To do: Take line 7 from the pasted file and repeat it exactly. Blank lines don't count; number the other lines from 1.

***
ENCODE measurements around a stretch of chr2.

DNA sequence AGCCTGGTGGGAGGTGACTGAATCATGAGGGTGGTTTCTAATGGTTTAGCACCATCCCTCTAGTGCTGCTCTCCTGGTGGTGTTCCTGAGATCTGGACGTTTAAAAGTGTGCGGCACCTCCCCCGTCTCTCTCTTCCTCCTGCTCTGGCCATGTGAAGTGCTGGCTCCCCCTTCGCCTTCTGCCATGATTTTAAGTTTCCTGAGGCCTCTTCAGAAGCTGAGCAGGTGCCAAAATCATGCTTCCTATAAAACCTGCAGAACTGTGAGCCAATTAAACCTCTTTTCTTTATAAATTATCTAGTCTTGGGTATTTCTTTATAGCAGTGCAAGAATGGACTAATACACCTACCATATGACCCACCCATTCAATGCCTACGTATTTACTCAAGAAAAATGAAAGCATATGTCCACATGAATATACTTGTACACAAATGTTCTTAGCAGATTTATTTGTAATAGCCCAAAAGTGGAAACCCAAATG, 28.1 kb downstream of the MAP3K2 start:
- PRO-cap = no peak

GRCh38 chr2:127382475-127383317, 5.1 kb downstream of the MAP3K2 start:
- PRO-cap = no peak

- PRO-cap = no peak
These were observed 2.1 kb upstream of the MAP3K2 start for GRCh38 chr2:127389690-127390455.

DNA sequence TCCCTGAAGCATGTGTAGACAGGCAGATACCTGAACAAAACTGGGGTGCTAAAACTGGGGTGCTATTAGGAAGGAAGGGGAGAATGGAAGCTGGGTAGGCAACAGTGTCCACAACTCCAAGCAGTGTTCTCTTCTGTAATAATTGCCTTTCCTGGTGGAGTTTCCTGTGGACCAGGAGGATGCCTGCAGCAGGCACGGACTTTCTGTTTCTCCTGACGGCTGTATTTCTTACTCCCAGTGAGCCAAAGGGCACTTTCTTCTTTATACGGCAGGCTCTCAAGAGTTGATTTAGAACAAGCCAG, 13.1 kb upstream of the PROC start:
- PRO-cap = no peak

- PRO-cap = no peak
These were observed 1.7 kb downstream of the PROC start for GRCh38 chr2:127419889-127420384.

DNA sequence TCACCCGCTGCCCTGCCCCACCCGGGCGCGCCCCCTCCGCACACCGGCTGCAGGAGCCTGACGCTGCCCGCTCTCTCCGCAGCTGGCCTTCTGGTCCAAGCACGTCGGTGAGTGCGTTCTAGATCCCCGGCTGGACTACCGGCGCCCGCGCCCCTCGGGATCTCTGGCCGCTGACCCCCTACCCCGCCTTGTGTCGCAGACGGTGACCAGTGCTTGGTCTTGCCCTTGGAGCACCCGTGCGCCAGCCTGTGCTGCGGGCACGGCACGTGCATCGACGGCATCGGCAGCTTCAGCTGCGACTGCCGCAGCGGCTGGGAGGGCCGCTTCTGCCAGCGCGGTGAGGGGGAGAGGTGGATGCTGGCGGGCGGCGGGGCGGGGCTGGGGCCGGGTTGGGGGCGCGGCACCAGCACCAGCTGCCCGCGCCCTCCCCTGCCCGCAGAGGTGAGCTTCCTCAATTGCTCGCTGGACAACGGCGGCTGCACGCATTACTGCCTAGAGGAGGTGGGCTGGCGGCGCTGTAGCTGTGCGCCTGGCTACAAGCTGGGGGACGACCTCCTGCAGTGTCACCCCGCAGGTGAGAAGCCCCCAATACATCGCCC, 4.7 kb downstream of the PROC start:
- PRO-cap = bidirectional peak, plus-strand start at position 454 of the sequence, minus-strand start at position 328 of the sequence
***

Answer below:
These were observed 2.1 kb upstream of the MAP3K2 start for GRCh38 chr2:127389690-127390455.